We haven't decided on a vendor yet. Right now it's between Dell and CDW (EMC + HP). I'm also considering Cisco. I haven't really gotten any firm answers from them. Looking more for experience with either approach. The biggest pro for dedicated switches I've heard is more redundancy. But beyond that, I'm not sure where I should be investing. –  Luke May 30 '12 at 19:49
    
Dell Powerconnect 5224's are perfect for this, and cost effective. The "iSCSI optimizations" they provide allow you to roll them out pretty quickly. –  SpacemanSpiff May 30 '12 at 20:08
    
@SpacemanSpiff Interesting. The 5224's are ~$1500 each. These would be good for iSCSI w/ MySQL databases? I think I would probably invest a little more, but if these switches will work then I guess it doesn't matter too much. I was thinking I'd have to spend $5k-$10k per switch. –  Luke May 30 '12 at 20:19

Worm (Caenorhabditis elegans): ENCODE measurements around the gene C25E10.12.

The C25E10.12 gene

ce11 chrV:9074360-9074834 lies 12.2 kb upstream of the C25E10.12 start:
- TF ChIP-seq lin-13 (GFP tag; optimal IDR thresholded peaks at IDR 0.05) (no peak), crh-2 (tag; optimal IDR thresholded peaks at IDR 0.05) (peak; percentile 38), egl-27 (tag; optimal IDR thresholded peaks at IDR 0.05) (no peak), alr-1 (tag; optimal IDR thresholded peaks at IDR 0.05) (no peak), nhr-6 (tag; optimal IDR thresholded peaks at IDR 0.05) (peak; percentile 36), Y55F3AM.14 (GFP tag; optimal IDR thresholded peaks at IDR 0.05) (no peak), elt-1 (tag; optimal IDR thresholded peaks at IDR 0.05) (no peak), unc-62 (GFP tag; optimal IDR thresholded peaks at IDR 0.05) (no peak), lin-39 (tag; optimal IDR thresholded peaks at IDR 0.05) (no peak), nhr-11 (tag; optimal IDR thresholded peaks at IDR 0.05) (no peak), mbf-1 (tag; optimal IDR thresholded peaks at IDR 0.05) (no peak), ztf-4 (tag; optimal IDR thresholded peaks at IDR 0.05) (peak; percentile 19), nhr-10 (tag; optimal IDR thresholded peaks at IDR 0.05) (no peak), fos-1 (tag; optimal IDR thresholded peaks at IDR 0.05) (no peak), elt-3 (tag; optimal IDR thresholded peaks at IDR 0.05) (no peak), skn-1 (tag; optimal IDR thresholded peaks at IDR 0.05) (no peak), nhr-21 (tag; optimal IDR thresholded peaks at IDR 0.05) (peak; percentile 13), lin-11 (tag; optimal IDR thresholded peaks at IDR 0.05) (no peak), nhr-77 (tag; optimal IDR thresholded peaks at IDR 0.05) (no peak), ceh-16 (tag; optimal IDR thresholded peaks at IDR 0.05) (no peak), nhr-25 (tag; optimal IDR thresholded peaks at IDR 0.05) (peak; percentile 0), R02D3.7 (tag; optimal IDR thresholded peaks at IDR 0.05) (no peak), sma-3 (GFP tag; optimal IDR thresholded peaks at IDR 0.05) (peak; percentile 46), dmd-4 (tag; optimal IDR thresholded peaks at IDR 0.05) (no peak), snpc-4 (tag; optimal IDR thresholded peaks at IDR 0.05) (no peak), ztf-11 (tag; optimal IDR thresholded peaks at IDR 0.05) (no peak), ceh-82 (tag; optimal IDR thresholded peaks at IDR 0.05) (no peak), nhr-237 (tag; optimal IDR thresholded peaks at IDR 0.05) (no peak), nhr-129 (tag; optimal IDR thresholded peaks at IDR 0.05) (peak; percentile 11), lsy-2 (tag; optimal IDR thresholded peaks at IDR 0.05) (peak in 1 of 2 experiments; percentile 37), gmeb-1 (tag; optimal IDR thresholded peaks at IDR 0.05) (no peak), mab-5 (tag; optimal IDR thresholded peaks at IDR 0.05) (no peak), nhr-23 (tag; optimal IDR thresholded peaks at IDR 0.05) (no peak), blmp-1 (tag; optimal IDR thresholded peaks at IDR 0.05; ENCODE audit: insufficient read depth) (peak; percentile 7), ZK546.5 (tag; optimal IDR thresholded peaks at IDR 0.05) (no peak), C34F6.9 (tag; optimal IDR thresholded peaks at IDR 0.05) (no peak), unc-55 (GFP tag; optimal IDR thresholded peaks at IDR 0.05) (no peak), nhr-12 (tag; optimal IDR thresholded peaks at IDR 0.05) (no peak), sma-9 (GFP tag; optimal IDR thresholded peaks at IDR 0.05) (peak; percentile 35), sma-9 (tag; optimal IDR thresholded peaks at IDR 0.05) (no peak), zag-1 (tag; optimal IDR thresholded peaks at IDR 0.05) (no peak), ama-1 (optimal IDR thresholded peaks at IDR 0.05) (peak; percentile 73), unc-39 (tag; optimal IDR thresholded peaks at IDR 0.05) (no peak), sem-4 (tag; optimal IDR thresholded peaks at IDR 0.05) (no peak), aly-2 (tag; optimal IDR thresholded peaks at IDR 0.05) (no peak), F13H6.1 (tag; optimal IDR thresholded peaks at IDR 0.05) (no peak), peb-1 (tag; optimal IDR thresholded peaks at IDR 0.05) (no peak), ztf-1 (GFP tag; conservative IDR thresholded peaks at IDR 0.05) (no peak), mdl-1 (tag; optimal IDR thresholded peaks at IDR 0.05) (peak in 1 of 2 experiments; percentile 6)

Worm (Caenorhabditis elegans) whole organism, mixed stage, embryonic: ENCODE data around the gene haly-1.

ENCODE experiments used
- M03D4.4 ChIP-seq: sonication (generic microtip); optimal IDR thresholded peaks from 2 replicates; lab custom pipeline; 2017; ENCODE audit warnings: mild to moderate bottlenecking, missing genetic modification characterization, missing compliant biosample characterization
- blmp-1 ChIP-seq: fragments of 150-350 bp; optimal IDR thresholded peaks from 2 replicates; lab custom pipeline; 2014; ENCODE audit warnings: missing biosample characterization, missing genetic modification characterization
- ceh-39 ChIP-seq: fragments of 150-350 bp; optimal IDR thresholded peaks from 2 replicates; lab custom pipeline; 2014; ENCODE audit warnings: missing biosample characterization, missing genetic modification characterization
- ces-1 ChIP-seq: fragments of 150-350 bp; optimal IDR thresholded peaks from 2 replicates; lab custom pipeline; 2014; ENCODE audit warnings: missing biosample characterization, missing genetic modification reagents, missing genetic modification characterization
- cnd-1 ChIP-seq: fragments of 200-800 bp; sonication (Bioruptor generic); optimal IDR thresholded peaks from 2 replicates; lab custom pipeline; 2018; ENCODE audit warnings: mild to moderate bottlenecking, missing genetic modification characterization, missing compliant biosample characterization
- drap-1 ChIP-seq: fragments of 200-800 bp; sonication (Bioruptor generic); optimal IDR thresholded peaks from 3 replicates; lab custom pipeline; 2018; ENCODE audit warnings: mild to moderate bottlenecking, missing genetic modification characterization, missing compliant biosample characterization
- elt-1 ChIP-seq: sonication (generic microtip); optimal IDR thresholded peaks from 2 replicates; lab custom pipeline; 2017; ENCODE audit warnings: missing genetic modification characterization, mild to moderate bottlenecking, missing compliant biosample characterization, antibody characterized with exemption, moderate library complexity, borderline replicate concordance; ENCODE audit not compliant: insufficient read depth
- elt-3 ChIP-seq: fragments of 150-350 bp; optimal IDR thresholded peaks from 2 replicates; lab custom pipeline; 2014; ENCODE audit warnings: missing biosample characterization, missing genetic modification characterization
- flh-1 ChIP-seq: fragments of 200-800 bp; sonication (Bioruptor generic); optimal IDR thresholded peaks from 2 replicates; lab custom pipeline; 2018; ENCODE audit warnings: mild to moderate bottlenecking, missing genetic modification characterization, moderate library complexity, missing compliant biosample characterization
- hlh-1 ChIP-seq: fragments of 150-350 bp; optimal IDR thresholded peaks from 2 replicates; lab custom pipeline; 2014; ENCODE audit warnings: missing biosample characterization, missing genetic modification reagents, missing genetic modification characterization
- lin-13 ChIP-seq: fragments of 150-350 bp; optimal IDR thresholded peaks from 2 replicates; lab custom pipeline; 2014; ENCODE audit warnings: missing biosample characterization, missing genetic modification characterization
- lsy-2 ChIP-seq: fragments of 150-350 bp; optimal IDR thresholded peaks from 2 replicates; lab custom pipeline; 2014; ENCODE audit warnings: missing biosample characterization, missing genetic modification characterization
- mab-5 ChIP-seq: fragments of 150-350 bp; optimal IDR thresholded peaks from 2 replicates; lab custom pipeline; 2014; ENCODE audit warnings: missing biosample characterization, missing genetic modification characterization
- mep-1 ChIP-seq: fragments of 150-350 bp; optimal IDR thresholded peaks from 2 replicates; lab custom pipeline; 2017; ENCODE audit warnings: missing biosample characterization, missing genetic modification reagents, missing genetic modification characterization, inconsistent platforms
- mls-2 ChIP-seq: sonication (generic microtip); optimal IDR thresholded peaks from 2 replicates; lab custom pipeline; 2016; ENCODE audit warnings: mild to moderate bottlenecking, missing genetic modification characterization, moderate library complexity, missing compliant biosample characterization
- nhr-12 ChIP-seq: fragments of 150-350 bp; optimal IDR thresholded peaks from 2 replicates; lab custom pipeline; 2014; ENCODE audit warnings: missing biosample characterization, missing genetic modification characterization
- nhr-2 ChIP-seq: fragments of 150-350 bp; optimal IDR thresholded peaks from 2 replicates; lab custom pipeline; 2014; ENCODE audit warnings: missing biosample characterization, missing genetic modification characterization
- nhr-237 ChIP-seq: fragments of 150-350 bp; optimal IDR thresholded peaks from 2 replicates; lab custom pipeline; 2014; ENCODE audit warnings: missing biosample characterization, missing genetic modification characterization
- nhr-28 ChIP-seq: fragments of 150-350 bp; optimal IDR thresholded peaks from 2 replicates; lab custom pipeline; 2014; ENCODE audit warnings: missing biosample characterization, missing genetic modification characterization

Some best practices are to run them separately, however, in doing so you lose out on the benefits of having a converged network. This can be important when you have a large environment and oodles of 10Gb ports.

However, your environment is a very small one, and I think Dell is trying to oversell you on network hardware, and their own iscsi hardware.

You can purchase a switch with multiple heads that is functionally equivalent to having 2 switches. Also, you can easily look at FC instead of iscsi, and maybe compare NFS too, along with infiniband. You can also use something like infiniband virtualization e.g. Xsigo?

On the NAS/SAN side, i would not be so tied to Dell, but might instead go with a best of breed product line, including things like Netapp and other competitors.

Questions I would ask: